Reasons for disability were numerous. I have read scores of CW disability requests. To the best of my knowledge, they were mostly initiated by two methods. Letters initiated by the soldier himself which would include an endorsement by the regimental or brigade surgeon. Disabilities initiated by a doctor were often written on an official document or certificate. Not all disabilities allowed for a discharge from the army. Although a man was not fit for field service, he was often reassigned to one of the quartermaster shops or factories around the state, preferably near their home. Disability requests had to go through a chain of command beginning with the company commander and progressing through the regimental and brigade commanders up to whomever was authorized to make the final approval such as division or corp commander. The approval process could take a few days or as long as a month.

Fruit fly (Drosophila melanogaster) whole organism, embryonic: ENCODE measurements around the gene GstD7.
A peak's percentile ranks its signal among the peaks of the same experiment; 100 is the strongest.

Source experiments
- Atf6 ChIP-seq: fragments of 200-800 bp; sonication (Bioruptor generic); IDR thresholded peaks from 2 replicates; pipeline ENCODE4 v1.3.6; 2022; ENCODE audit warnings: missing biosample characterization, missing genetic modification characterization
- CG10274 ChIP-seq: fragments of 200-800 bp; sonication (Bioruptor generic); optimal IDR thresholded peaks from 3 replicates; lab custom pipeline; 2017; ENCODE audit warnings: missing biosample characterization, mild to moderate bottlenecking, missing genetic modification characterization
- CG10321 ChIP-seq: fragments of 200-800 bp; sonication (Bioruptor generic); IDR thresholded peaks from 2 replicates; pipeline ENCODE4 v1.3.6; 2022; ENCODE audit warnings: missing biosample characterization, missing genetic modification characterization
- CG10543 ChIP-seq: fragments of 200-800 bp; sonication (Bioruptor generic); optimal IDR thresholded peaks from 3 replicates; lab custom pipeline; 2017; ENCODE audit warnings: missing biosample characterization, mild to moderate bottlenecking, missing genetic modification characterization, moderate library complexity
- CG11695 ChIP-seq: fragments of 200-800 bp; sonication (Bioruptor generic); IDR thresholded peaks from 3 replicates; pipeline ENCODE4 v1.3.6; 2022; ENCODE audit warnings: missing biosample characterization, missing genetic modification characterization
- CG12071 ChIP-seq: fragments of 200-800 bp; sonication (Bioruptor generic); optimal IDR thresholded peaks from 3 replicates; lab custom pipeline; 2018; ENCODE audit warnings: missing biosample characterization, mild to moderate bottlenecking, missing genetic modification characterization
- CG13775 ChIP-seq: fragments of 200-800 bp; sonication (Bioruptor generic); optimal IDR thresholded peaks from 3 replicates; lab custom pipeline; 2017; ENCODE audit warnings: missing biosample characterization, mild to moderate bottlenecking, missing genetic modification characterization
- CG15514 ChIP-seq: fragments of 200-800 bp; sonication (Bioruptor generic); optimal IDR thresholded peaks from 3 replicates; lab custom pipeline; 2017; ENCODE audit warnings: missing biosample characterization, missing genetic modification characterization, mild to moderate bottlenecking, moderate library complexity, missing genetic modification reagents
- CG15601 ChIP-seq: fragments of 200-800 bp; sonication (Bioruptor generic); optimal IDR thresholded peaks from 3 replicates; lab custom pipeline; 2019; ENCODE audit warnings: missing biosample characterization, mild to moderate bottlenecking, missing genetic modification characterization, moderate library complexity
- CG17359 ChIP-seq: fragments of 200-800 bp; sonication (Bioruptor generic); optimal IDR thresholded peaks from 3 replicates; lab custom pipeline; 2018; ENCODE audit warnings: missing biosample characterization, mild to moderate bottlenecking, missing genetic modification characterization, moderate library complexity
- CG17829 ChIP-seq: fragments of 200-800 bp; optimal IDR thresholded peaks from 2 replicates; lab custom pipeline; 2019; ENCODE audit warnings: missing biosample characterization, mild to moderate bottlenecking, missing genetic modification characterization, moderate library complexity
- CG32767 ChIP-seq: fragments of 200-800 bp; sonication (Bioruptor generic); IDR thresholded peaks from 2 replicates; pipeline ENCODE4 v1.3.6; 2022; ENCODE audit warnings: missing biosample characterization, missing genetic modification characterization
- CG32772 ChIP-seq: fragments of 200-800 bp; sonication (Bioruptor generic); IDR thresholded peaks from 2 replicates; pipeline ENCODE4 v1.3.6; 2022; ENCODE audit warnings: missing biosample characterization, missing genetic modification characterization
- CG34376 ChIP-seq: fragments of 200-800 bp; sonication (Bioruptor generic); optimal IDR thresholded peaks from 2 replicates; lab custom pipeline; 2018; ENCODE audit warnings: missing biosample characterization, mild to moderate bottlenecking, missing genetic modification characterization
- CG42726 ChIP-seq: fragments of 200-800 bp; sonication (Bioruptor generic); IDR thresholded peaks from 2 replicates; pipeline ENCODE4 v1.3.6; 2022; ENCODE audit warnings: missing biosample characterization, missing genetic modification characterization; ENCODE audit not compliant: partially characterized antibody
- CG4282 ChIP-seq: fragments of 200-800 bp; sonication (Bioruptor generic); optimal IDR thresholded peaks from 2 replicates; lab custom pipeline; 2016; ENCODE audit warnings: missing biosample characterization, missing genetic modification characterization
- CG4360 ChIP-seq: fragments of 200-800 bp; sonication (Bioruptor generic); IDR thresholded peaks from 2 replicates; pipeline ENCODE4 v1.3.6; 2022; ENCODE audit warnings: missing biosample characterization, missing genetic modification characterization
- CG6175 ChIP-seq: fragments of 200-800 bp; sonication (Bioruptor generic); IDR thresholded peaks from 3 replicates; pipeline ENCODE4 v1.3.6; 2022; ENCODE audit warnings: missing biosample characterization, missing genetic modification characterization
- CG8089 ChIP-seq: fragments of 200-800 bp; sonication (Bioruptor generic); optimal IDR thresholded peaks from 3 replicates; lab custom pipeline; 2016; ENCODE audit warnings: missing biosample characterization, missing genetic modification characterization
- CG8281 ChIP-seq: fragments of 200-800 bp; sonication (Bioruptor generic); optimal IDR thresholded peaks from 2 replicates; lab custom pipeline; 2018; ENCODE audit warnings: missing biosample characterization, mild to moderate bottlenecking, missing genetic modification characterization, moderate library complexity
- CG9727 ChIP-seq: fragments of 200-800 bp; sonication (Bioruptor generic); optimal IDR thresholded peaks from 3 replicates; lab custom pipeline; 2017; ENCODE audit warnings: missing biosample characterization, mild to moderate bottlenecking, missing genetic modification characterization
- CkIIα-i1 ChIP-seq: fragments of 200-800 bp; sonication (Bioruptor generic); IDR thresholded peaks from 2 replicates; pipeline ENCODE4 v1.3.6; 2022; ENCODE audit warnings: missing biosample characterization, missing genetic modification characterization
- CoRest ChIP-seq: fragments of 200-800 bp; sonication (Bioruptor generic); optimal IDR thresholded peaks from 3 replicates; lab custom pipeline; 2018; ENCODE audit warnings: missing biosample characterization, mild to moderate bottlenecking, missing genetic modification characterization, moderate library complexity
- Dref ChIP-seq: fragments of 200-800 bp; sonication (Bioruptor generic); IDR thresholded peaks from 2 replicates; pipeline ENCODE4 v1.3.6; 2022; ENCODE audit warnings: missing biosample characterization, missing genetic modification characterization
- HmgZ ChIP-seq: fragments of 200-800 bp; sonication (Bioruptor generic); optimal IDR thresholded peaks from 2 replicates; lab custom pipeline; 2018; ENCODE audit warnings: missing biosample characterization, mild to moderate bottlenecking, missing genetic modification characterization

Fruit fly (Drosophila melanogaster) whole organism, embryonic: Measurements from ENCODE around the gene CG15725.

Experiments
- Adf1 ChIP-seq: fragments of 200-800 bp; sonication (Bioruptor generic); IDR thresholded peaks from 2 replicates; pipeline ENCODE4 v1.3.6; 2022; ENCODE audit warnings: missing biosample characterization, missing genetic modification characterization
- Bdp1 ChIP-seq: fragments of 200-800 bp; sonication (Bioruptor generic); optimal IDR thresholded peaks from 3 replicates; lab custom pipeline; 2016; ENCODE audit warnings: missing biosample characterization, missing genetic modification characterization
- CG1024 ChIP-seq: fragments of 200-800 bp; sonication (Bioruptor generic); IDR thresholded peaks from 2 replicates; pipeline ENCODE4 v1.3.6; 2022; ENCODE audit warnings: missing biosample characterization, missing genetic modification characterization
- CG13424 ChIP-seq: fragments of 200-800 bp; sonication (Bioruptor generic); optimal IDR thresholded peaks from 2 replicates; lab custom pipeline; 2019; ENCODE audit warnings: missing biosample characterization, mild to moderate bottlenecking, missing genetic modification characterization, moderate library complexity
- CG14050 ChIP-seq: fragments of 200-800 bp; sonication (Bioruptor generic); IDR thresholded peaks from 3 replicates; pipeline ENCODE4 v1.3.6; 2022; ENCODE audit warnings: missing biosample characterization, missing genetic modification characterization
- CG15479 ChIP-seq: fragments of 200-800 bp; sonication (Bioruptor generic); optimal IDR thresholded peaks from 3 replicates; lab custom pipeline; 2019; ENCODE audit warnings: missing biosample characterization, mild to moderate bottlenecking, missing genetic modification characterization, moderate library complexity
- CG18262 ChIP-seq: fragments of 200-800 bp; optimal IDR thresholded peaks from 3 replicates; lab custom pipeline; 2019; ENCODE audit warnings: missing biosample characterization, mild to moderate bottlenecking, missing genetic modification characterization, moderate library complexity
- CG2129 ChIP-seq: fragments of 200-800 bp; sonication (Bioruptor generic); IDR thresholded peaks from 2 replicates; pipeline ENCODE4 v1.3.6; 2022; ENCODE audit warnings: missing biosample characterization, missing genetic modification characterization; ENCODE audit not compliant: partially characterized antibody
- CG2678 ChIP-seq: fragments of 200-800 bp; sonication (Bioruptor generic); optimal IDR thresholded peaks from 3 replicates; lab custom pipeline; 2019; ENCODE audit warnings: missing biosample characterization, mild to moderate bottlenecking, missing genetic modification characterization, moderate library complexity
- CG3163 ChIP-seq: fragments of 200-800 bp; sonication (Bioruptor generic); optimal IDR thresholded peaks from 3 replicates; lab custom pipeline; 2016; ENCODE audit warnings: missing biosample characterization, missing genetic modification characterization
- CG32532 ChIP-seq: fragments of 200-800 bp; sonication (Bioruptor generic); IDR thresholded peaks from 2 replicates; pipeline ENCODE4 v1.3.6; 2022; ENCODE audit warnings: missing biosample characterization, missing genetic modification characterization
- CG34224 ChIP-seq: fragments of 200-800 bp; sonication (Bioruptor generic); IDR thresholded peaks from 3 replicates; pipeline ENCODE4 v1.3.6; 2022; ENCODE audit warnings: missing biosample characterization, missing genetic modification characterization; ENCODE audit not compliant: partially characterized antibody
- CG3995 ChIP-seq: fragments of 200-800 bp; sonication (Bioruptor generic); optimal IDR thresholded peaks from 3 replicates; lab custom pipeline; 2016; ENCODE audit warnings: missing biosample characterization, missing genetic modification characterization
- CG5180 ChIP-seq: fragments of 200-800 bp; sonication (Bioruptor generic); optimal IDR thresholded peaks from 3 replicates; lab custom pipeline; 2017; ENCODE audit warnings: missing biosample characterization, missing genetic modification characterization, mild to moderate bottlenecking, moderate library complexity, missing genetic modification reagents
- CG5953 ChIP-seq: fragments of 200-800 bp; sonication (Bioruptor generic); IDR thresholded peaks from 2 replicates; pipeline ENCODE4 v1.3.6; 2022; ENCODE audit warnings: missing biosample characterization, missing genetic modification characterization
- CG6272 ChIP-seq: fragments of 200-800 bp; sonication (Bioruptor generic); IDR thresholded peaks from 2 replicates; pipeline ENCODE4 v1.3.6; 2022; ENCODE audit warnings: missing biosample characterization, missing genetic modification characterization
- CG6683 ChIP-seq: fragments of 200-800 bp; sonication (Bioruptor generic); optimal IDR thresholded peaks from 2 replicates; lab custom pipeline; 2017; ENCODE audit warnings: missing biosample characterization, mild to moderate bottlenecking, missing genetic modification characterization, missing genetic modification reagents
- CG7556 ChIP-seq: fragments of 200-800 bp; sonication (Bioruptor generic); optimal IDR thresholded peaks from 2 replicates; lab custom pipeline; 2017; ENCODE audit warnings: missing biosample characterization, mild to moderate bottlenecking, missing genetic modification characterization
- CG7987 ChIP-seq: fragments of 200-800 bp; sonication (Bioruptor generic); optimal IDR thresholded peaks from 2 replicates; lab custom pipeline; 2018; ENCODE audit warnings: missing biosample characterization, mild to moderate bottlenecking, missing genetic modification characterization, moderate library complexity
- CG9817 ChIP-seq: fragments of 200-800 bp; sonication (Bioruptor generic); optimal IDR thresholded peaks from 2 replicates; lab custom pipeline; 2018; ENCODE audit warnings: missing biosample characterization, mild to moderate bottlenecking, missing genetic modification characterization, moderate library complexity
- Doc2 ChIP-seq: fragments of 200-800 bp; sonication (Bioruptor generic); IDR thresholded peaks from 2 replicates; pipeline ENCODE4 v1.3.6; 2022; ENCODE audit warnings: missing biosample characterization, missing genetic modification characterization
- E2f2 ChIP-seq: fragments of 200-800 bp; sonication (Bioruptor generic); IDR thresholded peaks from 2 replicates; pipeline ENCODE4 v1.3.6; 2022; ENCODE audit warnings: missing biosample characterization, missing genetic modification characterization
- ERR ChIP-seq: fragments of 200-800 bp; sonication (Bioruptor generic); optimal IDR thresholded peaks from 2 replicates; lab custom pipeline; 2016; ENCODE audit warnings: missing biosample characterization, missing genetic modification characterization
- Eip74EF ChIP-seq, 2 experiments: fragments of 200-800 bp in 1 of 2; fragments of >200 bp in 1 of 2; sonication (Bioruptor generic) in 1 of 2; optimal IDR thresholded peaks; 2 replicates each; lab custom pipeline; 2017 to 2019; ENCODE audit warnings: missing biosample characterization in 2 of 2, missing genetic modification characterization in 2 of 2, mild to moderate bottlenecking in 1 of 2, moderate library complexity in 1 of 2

Do not take it as gospel, because there are thousands of request for disability I have not read, but the two main reasons for disability were due to disease and/or illness or debilitating wounds. Those illnesses which resulted in high fevers would sometime cause blindness, hearing lose, brain damage, etc, etc. Dysentery was another enemy of the soldier. Sometimes prolonged chronic dysentery would leave a man so weak he was not fit for service. Mumps and measles could disable a soldier from active service. Consumption was another illness which eventually required a disability discharge if the soldier didn't die first. There were a plethora of diseases the soldiers were subject to contracting while in service. Another amateur observation is a soldier who spent about 90 days in a hospital and was not recovered enough to return to his unit was often given a disability discharge or at least a furlough to return home.